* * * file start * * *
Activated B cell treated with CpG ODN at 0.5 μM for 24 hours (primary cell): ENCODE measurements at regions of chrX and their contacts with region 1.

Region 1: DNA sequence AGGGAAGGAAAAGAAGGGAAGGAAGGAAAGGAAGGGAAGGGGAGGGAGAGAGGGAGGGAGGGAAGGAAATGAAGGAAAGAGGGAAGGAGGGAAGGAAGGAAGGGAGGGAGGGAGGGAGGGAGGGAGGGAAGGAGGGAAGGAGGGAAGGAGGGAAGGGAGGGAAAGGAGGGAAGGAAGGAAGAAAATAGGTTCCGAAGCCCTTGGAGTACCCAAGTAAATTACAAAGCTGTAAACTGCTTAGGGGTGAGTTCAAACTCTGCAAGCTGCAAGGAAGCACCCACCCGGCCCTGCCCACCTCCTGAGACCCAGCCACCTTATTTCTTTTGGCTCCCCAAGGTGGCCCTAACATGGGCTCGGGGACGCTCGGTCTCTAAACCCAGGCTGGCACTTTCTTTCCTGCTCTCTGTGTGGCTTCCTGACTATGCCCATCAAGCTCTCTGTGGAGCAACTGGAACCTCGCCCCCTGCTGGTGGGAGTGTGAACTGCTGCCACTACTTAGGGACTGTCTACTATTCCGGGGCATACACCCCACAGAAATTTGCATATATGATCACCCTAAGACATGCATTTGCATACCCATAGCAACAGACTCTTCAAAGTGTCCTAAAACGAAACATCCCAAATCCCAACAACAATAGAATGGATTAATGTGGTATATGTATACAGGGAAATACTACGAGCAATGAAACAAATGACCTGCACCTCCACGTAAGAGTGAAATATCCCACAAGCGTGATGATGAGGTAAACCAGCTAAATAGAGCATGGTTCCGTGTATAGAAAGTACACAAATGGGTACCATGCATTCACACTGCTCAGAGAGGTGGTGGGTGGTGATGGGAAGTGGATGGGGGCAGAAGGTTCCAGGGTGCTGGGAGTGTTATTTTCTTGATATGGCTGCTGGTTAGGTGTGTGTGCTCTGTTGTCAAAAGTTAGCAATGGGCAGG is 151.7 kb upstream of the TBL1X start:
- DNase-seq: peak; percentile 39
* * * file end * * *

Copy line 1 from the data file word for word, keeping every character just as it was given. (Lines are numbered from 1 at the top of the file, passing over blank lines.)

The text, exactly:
Activated B cell treated with CpG ODN at 0.5 μM for 24 hours (primary cell): ENCODE measurements at regions of chrX and their contacts with region 1.